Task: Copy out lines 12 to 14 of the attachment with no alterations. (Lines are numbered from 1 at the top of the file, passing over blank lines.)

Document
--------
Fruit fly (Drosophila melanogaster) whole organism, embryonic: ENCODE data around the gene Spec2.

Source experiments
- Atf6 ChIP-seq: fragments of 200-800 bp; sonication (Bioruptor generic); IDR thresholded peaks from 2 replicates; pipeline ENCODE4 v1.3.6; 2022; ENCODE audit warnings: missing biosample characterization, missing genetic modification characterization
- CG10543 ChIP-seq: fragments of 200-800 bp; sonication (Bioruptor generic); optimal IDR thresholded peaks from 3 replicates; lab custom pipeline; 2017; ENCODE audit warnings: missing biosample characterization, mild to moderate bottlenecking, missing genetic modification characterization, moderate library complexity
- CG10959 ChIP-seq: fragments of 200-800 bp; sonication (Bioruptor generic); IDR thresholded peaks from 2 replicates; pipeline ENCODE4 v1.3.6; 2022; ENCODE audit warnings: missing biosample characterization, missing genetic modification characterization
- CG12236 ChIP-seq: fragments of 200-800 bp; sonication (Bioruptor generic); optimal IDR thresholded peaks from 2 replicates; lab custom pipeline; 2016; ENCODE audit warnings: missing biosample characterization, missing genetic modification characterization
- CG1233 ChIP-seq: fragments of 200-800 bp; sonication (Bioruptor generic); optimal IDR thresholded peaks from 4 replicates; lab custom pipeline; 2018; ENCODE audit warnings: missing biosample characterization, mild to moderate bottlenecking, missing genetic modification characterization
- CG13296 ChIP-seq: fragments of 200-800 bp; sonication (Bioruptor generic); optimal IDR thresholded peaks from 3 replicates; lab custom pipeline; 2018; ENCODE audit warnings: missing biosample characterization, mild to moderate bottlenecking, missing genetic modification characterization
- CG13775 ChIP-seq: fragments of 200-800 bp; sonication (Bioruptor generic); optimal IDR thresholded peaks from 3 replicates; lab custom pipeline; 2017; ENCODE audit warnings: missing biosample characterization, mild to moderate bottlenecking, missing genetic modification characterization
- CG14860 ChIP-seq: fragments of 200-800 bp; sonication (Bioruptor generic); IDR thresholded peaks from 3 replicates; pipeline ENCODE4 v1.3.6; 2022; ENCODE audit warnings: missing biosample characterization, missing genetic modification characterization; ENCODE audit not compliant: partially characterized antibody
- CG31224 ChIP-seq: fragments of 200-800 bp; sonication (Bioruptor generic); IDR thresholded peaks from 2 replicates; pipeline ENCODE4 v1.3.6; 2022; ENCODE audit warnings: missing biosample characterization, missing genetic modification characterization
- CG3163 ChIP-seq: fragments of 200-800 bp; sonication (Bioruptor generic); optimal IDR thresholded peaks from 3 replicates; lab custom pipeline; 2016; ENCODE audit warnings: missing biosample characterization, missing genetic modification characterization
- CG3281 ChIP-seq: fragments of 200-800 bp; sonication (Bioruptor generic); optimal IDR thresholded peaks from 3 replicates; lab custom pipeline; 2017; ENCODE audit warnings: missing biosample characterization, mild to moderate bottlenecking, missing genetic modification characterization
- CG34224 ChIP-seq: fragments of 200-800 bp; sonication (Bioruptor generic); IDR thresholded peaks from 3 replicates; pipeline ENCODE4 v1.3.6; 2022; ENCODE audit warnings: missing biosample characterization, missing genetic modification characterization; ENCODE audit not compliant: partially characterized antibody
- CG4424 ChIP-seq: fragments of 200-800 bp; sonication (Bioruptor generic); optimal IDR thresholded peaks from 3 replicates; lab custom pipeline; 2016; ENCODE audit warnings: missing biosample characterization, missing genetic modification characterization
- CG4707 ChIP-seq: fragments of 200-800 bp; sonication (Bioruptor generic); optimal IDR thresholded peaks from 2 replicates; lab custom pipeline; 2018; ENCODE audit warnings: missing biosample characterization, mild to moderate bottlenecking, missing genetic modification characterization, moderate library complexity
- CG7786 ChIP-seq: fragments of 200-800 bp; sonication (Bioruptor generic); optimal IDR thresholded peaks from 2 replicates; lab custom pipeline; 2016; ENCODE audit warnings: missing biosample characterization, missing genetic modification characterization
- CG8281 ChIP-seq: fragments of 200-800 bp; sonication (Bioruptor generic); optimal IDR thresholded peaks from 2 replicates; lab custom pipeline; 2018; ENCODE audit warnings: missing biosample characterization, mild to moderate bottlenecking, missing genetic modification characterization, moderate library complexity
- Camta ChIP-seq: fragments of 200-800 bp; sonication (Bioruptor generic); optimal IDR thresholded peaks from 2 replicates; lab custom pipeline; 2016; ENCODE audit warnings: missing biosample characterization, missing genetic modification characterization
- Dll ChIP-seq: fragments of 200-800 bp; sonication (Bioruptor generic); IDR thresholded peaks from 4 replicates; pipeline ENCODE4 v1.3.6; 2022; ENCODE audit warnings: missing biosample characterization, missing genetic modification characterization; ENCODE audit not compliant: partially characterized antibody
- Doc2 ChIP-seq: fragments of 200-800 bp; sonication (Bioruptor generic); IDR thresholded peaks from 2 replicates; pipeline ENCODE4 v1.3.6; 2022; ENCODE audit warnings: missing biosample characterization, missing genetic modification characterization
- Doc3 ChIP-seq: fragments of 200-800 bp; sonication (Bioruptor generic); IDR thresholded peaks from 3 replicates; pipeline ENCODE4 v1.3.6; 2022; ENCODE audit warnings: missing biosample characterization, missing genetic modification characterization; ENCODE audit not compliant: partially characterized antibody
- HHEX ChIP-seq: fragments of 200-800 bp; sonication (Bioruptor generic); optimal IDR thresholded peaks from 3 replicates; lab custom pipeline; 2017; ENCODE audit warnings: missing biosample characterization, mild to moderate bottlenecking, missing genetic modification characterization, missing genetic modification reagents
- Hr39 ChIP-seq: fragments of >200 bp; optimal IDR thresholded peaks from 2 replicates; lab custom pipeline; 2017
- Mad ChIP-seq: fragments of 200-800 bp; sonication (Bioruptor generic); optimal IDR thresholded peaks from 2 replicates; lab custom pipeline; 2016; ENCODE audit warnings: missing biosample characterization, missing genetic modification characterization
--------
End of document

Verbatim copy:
- CG3163 ChIP-seq: fragments of 200-800 bp; sonication (Bioruptor generic); optimal IDR thresholded peaks from 3 replicates; lab custom pipeline; 2016; ENCODE audit warnings: missing biosample characterization, missing genetic modification characterization
- CG3281 ChIP-seq: fragments of 200-800 bp; sonication (Bioruptor generic); optimal IDR thresholded peaks from 3 replicates; lab custom pipeline; 2017; ENCODE audit warnings: missing biosample characterization, mild to moderate bottlenecking, missing genetic modification characterization
- CG34224 ChIP-seq: fragments of 200-800 bp; sonication (Bioruptor generic); IDR thresholded peaks from 3 replicates; pipeline ENCODE4 v1.3.6; 2022; ENCODE audit warnings: missing biosample characterization, missing genetic modification characterization; ENCODE audit not compliant: partially characterized antibody